Historic Properties of Spokane
The Crommelin House was built for Henri Crommelin and his wife Antoinette Wilder Broadwater Crommelin. After Antoinette’s death in 1910, Henri married Elizabeth Schimmel in 1914, and the property remined their home for more than five decades. Noted as a pioneer Spokane banker, Henri worked as a manager of the Holland Bank of Amsterdam in Spokane from 1906-1931, and was president/secretary of the Vermont Loan & Trust Company until his retirement in 1946. Henri was esteemed as a member of Spokane’s Dutch colony, was a widely known businessmen who helped build up the city, and a contributing leader in local business, civic, social, and sports circles. The house is further architecturally significant as a fine depiction of the Tudor Revival style. With its asymmetrical design, steeply pitched roof, front-facing gables, half-timbering, narrow windows, and prominent side porch, the well-preserved Crommelin House embodies numbers identifying elements of the style.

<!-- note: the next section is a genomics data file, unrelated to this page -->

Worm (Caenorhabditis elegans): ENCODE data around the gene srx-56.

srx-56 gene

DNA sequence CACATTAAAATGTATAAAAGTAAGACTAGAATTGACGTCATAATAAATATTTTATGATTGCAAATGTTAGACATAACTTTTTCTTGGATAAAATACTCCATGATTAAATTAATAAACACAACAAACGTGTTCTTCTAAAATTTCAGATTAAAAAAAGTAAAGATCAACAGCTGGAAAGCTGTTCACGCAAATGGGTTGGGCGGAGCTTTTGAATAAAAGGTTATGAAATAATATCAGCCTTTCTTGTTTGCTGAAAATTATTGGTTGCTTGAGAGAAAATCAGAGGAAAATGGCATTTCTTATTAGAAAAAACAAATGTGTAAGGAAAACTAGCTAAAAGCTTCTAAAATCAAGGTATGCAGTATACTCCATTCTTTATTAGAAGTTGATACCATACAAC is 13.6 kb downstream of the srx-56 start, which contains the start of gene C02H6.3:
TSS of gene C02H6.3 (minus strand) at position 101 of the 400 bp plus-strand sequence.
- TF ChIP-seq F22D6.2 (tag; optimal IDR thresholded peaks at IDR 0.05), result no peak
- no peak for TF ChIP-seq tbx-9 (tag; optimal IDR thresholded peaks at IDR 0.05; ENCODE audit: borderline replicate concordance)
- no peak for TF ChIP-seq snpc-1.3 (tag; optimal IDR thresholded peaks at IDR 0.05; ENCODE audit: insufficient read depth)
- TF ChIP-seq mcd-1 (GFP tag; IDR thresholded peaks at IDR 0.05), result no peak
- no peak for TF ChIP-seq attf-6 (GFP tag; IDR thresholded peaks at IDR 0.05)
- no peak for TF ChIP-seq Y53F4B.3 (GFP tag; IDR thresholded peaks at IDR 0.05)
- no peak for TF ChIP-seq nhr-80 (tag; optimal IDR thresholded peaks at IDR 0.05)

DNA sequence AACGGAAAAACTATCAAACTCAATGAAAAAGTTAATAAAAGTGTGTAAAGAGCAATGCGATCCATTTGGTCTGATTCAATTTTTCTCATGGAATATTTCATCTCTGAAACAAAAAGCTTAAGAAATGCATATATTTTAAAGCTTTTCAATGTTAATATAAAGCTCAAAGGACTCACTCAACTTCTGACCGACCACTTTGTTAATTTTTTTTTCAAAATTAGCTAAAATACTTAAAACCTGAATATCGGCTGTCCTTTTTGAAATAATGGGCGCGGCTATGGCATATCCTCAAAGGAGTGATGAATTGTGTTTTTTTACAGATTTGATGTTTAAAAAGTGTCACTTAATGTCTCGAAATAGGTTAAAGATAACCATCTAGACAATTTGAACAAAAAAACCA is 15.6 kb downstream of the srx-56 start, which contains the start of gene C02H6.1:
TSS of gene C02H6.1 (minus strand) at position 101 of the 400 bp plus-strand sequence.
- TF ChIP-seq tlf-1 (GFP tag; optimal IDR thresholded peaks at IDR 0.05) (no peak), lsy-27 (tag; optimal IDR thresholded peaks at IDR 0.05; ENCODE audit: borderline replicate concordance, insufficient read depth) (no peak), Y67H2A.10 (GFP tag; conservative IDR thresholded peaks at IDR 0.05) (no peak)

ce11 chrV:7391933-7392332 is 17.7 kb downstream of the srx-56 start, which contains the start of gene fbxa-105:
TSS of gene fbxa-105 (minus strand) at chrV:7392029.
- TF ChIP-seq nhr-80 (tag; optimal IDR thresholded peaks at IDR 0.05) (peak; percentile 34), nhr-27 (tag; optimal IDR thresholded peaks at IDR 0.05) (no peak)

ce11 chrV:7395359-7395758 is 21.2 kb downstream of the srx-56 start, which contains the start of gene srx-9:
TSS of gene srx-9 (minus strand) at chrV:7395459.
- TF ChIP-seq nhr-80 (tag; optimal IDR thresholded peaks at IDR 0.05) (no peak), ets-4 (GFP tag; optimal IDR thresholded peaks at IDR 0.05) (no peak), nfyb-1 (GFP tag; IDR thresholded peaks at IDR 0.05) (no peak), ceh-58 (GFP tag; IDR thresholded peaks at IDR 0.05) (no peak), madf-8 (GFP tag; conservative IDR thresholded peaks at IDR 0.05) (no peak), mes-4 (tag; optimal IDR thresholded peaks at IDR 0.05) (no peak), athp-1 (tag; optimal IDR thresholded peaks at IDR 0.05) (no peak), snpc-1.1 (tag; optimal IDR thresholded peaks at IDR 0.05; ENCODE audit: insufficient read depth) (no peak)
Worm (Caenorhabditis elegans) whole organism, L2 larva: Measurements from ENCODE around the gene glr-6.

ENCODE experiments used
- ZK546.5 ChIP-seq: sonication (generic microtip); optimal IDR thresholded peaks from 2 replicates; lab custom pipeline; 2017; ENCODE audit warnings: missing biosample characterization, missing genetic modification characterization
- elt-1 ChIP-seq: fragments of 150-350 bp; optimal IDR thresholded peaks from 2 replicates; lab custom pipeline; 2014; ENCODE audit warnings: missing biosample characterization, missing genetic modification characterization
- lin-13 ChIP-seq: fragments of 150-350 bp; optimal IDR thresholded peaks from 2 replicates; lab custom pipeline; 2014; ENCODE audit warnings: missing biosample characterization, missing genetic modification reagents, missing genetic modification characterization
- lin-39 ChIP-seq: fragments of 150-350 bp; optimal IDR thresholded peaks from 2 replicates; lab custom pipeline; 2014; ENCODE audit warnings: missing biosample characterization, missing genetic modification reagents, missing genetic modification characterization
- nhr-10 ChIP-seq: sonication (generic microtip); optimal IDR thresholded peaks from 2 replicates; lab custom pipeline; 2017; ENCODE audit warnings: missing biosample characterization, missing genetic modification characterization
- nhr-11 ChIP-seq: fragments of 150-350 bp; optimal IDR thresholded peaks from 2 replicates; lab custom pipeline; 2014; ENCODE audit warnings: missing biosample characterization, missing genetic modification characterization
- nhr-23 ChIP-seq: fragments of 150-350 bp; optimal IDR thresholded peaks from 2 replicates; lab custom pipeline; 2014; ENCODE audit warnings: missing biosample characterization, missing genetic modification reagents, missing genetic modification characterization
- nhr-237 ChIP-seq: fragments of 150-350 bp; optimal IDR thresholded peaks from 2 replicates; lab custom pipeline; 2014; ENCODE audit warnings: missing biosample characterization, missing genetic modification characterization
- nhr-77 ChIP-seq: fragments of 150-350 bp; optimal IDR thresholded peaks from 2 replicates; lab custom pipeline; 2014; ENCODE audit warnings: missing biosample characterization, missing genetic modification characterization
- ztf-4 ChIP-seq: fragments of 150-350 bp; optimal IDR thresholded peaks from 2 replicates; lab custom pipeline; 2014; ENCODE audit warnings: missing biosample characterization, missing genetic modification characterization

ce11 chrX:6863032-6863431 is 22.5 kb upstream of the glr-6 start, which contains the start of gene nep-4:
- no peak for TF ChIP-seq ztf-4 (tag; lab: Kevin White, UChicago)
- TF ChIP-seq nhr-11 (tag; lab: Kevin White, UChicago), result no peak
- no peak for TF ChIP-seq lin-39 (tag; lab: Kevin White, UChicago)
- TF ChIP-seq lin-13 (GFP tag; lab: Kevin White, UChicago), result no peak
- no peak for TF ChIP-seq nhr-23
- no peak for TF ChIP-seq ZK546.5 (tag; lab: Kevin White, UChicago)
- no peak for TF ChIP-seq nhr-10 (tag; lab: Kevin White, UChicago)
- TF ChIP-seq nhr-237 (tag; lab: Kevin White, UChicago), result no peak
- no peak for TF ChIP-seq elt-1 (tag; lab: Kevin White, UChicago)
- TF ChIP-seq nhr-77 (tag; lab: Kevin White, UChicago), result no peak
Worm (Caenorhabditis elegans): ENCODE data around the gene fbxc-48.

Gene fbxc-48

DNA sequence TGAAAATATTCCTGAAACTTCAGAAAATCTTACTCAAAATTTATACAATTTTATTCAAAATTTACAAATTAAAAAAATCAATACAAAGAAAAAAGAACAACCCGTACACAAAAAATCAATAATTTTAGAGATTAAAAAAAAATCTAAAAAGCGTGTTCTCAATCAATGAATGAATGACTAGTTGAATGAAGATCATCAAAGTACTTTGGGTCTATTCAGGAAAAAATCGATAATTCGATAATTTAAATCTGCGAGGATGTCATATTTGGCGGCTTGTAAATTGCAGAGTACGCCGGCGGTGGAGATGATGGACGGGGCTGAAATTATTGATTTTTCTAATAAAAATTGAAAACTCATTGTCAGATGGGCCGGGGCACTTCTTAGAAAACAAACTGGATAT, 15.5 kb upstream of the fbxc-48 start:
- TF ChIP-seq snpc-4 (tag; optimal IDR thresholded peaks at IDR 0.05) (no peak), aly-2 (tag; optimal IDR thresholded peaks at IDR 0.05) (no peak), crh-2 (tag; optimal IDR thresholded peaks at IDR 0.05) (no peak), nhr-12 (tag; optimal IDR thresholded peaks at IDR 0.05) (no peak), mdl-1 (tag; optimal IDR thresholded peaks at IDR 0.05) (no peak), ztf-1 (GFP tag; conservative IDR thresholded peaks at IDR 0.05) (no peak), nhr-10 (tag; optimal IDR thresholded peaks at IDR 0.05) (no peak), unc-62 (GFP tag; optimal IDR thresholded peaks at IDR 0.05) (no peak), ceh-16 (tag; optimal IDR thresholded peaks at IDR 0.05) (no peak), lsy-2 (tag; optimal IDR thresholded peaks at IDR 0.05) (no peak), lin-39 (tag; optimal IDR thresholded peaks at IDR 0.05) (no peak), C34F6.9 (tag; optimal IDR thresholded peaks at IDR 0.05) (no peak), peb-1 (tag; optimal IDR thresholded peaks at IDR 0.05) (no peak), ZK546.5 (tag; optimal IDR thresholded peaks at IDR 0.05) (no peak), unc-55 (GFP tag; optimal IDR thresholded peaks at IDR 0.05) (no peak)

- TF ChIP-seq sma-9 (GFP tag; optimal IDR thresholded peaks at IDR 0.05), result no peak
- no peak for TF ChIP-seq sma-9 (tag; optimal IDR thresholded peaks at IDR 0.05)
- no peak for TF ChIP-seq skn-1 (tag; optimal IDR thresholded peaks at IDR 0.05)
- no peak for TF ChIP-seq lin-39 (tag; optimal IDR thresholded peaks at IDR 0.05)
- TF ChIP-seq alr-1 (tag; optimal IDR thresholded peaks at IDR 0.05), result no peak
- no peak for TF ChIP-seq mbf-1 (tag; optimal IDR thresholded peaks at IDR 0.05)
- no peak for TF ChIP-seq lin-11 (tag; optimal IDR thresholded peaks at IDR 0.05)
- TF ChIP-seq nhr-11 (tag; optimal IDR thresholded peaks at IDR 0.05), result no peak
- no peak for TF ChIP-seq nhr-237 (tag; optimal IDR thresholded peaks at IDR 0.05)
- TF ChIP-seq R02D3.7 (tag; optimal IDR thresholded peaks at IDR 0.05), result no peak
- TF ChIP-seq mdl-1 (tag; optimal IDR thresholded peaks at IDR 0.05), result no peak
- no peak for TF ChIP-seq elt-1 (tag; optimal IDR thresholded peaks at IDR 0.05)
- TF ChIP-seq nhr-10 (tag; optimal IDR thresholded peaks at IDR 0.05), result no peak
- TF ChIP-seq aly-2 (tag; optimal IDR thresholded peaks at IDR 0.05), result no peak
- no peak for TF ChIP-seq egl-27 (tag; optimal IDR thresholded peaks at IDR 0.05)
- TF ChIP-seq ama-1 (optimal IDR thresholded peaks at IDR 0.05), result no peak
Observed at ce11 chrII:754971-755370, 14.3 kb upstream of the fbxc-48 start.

The Crommelin House is a contributing property in the Marycliff-Cliff Park Historic District, which was listed on the National Register of Historic Places 12/21/1979.